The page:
Friday, August 6, 2010

Resist the Feed

"When the logo’s finished, then we will unveil it. Seven billion people instantly enlightened. Everyone’s rebranded. All the fighting’s over. Say goodbye to conflict. That design’s rejected. There’s no longer language. Only recognition. There’s no longer country. Only corporate colors. Color makes us hungry. Hunger makes us human. Everyone can see it. Everything’s connected." - Neil Cicierega

Imagine a world in which Corporate colors only flew. Where they controlled everything, including education, the food you ate, even the air you breathe. In this world, the earth is dying; overcome by pollution and consumerism. People are in danger and getting sick from the putrid quality of the earth. Their skin is peeling and oozing lesions are growing on their skin. There are riots all over the world and it's our fault. The end draws near and we never did anything to stop it. Technology wins.

This is the setting for M. T. Anderson's novel Feed, in which the planet Earth is in its prime technologically with feeds implanted in nearly every human's skull. The feed allows people to basically have wikipedia inside their mind, as well as a wide array of advertisements. It's kind of like google in your head, ads and all. With that kind of information at their fingertips, humanity shirks their responsibilties to education and the planet and basically allow horrible atrocities to occur through ignorance.

This scares the hell out of me. People, especially in today's society, rely heavily on media influence. We're all on Facebook and MySpace and YouTube. I go on Google multiple times each day. We're flooded by images on the news. We spend hours poring over television shows and movies. But how many of us pick up a book? How many write diligently and thoughtfully? How many have intriguing and pleasant conversations with the people they care about? Not enough. We're all so wrapped up in our own little worlds that we forget there are other people out there and bigger problems than forgetting to update our facebook status.

Now, I'm not knocking technology. I am a big advocate of it. Facebook and YouTube are excellent resources for getting out information and communicating. The YouTube community is one of the tightest knit groups I have ever seen. Certain people really advocate doing good and helping reduce suck in the world, like the Vlogbrothers Hank and John Green. I love the Vlogbrothers. What they and people like them are doing is important. It's a mix of community, comedy, and awareness. I admire their efforts ardently. The entire Nerdfighter community, which I consider myself a member (HOO HAH!) is vital.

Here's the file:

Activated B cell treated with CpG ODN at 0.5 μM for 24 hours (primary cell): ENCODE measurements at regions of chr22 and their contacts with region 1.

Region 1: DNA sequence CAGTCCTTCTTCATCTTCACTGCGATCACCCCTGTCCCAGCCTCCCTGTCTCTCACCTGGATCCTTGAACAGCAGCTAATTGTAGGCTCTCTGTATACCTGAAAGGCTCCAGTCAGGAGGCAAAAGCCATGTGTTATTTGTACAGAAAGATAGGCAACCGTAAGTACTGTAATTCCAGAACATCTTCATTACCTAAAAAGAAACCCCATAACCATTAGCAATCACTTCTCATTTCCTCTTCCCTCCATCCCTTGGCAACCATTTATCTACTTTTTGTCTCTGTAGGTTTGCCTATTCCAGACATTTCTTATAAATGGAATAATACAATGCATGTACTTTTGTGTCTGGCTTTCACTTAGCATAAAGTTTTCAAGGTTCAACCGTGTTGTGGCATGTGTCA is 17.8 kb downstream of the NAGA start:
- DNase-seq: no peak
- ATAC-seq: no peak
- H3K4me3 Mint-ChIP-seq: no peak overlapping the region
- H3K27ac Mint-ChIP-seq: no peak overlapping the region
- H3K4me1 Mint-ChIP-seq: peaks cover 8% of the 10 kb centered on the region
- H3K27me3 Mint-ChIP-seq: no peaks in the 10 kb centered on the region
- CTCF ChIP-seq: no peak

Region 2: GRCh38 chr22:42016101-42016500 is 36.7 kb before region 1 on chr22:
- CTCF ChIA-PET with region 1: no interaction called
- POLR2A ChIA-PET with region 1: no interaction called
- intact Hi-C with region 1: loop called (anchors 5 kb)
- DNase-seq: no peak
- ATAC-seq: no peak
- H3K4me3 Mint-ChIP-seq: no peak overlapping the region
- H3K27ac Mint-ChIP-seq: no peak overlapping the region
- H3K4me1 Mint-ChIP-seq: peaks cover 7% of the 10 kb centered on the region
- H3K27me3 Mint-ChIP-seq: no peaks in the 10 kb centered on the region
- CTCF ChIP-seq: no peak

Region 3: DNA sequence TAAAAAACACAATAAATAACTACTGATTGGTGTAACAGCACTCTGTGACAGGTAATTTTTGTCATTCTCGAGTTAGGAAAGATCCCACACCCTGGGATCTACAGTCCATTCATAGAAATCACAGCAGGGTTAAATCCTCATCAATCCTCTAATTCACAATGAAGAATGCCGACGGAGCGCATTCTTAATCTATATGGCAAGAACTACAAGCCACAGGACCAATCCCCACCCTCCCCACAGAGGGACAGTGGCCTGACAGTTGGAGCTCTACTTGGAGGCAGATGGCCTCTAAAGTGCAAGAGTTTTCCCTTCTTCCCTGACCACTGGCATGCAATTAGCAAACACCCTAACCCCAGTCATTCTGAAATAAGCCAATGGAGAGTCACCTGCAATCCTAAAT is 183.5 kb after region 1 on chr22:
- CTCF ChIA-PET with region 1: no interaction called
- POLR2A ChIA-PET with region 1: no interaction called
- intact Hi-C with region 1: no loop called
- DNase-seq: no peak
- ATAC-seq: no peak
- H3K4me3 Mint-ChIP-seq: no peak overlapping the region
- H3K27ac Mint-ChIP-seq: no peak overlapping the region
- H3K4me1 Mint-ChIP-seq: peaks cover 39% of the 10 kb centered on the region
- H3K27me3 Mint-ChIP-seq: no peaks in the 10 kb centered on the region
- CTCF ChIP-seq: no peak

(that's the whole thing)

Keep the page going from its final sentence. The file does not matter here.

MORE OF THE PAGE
However, it worries me that not all people are as clever or brilliant or necessarily as ethical as John and Hank. I worry that people will rely too heavily on technology and through this will be cheated out of important information. Certain things are not meant to be forgotten. This planet of ours is beautiful and awe inspiring but we have to take care of it. I don't want the downfall of Earth and human society to be because of our negligence.

It's never too late to look toward helping the future.

Wow, this entry was really preachy. I sort of apologize, but I sort of don't. Feed, while overwhelmingly interesting and compelling, sort of really freaked me out. And it makes me think. A lot. I want to do something to avert a future like that. I want to resist the feed.


  1. The funny part is, I was just having a conversation about this the other day. Not the book because I haven't even heard of it before, but about how technology is becoming integral to our lives to the point where we aren't going to be able to go to the bathroom without being flashed some sort of ad for something we don't need or want but that we have to look at in order to get some service for free. Over 90% of Goggle's income is from the advertising they do, on video ads and such that annoy the hell out of me while trying to look up something on youtube. I actually wrote a book (well, more of a story, I haven't published it yet) about a civilization based on free knowledge and how that affected life. It was supposed to be a utopian novel, but the more I thought about it and wrote about it, I found out that even with free knowledge, life could not be perfect, and even worse, would end as a dystopia after a few things were taken liberty of. The Utopian world took place after a revolution, but unfortunately while all knowledge was stockpiled, most was forgotten, and my novel focused on the life of one of the people responsible for chronicling the history of the world and converting "Old World" texts into digital files for access to the general population. Unfortunately with the sheer mass of knowledge, things got distorted and lost anyway despite accessibility.
    But that's enough of my spiel/self-advertisement. I liked your blog :-P

  2. Thanks! I'm glad you liked it. If you're interested in this sort of thing, you should really check out the book. It's a good and quick read.